We often celebrate the power and pleasures of the single life, but skim over one of its harshest realities: loneliness.
By Briony Smith. Once a week, I grab sushi takeout: green dragon roll, spicy salmon roll, miso soup.
Are you thinking, Listen to this sad-sack bitch. I have a job that pays me to watch TV and talk about movies and interview celebrities. I have a social life packed with besties and beloved co-workers.
I go on dates. I am aware that, at 32, my eggs are jettisoning out of my dusty uterus at an alarming rate. Despite all this, I am a perennially single bitch PSBi. I have been alone for the past two years and, prior to my last boyfriend we were together for seven monthsfor another three years—just like so many women in North America right now.
In26 percent of Canadians aged 25 to 29 were unmarried. In the last year census s were gatheredthat skyrocketed to 57 percent. During that time, the percentage of unmarried women in their early 30s jumped from 10 to 34 percent.
I called Bolick when I finished the book. I like to have a balance, where my friendships are as important as my romantic relationship, which is as important as my work.
Does my yearning for a mate make me lame? But I also want to make a life with someone else and maybe a kid or three. But almost no tell-alls explore loneliness in depth. This is because loneliness re as weakness. It also sounds straight-up sad. I cringe when I imagine it going into print—and then onto the Internet for all eternity—for my exes to see and future dates to find lurking in my Google .
The pain leaps suddenly, like the horrible surge of heat when you remember you forgot to do something important. Sometimes it spills out of me in tears that trickle down from behind my sunglasses as I sit on the streetcar on my way home from work, inching home toward another solitary meal, another night alone in bed. I burst into my apartment and cry and cry and cry, standing in the middle of the living room. And I let the pain flow through me, feel it race up and down and through the conductor of my body.
Then I climb into bed and try not to think, How can I last another night in this same bed in this same room in this same loveless life and wake up alone and do it again the next day and the next and the next?
It's ok to say it: being single sucks sometimes
While waiting for my post-bar Uber a few weeks ago, I overheard a bro refer to my 2 a. The older I get, the more party guest lists become standardized into 40 billion couples, a handful of fun gays and a pack of dolled-up PSBs. Friends badger me to lift the No Boyfriends Allowed, Goddamnit rule at my annual cottage weekend. Weddings are the most extreme torture of all. Briony is single. The isolation intensifies as friends are—bless—often useless when it comes to offering support, simply because they eschew listening in favour of cheerleading and advice. You have such a rich life!
I know many accomplished PSBs who work plus hours a week: none of them have eschewed dating for career and, in fact, most of them work hard to carve out time to meet men. Albert Einstein defined insanity as doing the same thing over and over and expecting different. Slogging along solo for ages has made me doubt my sanity as life starts to feel like an episode of The Twilight Zone.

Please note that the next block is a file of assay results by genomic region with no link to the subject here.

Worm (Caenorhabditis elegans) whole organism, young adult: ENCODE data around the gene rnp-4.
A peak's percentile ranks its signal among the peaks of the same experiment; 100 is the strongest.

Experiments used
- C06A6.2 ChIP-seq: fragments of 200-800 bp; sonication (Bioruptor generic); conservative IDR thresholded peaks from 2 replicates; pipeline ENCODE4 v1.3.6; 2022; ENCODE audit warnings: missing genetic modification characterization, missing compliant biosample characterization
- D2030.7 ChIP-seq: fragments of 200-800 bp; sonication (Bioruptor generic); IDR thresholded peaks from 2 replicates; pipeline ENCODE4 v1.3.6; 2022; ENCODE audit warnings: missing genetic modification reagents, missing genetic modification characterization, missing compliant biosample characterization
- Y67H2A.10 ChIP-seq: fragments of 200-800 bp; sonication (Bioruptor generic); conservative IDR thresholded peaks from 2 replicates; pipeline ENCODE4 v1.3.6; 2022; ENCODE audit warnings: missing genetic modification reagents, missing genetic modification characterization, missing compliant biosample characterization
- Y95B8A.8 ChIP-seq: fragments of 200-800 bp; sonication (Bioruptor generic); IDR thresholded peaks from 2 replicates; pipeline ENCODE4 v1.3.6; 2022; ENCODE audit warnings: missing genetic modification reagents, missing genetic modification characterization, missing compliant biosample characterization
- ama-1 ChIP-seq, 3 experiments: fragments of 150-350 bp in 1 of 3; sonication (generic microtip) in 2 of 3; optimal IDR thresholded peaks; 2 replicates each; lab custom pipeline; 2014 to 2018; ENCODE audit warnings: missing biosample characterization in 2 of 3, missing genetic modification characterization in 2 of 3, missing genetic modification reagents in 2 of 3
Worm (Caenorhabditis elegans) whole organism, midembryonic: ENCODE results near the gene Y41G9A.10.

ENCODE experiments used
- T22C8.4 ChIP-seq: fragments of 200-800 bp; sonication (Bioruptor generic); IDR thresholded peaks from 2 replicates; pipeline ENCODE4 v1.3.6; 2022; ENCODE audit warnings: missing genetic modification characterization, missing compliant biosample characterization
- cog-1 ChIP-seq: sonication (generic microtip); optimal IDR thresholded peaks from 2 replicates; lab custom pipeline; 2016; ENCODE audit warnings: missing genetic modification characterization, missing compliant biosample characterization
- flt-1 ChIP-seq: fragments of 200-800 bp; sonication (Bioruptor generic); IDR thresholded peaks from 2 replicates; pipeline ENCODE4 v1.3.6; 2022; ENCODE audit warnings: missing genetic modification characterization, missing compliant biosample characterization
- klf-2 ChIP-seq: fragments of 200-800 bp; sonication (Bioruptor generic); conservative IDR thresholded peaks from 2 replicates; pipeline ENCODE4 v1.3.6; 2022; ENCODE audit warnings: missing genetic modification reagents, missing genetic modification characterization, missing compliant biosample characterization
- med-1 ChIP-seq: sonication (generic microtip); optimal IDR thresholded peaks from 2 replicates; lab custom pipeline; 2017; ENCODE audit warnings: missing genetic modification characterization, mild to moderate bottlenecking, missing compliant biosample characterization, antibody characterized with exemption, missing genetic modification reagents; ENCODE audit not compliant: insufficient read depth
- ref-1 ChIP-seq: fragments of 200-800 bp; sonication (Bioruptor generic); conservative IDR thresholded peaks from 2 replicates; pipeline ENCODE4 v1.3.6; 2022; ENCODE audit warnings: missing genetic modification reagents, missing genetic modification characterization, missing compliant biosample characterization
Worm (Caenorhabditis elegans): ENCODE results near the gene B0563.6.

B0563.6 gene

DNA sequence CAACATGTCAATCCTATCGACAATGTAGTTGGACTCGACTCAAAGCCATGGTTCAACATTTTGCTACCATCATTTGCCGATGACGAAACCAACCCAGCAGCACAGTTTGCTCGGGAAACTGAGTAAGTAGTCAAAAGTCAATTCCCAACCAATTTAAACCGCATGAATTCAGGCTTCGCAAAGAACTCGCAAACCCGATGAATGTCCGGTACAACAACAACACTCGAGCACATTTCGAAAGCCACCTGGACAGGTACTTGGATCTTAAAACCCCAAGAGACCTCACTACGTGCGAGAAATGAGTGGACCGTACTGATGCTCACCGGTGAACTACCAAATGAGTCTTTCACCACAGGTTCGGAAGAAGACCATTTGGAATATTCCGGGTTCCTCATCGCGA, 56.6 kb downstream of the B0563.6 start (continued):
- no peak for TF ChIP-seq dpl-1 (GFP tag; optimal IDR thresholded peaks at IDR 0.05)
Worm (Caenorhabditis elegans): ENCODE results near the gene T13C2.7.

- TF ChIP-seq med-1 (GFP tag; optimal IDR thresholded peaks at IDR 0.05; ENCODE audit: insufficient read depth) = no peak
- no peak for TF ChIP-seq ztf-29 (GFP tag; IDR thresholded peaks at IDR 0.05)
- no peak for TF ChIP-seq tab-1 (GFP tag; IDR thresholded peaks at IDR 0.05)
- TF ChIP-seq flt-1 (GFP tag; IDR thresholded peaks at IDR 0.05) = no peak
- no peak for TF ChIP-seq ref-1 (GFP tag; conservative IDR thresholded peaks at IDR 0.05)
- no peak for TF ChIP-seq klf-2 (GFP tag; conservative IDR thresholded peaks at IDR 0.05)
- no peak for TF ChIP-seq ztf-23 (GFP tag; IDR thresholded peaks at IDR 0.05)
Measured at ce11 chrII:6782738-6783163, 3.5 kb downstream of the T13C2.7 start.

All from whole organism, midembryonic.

But as the months of singledom slip into years, doubt rears. If I was a lovable human, logically, I would have love, no? Is it my oft-messy apartment? My loud laugh? My strong opinions?
If I fixed these things, would I have more luck? Some changes made me a better person, like going to the gym and softening my bitchy resting face.
But other things I did to placate dudes—like switching out boner-killing fashion in favour of dressing down in jeans and sneaks—I eventually gave up. It takes strength to hold out for a person who loves you just the way you are. I could have married my lovely ex years ago. Not having someone is hard, but settling for just anyone is harder. There is an upside to our noble refusal to settle; PSBs do indeed enjoy giddying freedom and wide-open swaths of time and space to pursue adventure and wonderment.
But I also spend a lot of time with the same damn person: myself. Just as Bolick warned against disappearing into a relationship, you can also disappear into yourself. This is what I call Feral Cat Syndrome. I become too wild, too unused to human contact, too worn down by dating.
I favour Broad City over yet another book launch or synth-pop show or house party where I hope there will be someone vaguely hittable.
I let my OkCupid matches pile up, sick of composing witty openers. My body aches for snuggles. I debate sleeping with a ripped year-old Tinder jock just to make sure my vagina still works. If you want to stop dating, you have to keep dating to find the partner who will take you out of the running.
Want a kid? A house? PSBs already know that all we can do while waiting for the right partner is to live a life of meaning, of love for family and friends, of passion and pursuit of beauty. We got it.
I’m proud to be an independent woman…but sometimes i hate being single
And all those bloody weddings. How are you doing? Read These Terrible Dating Stories. By Briony Smith Date December 29, Facebook Twitter. But f-ck it. Feral Cat Syndrome There is an upside to our noble refusal to settle; PSBs do indeed enjoy giddying freedom and wide-open swaths of time and space to pursue adventure and wonderment. PSB PSA PSBs already know that all we can do while waiting for the right partner is to live a life of meaning, of love for family and friends, of passion and pursuit of beauty.
I may be lonely, but I am not alone. This article was originally published in May Apple App Store. Joseph Media All Rights Reserved.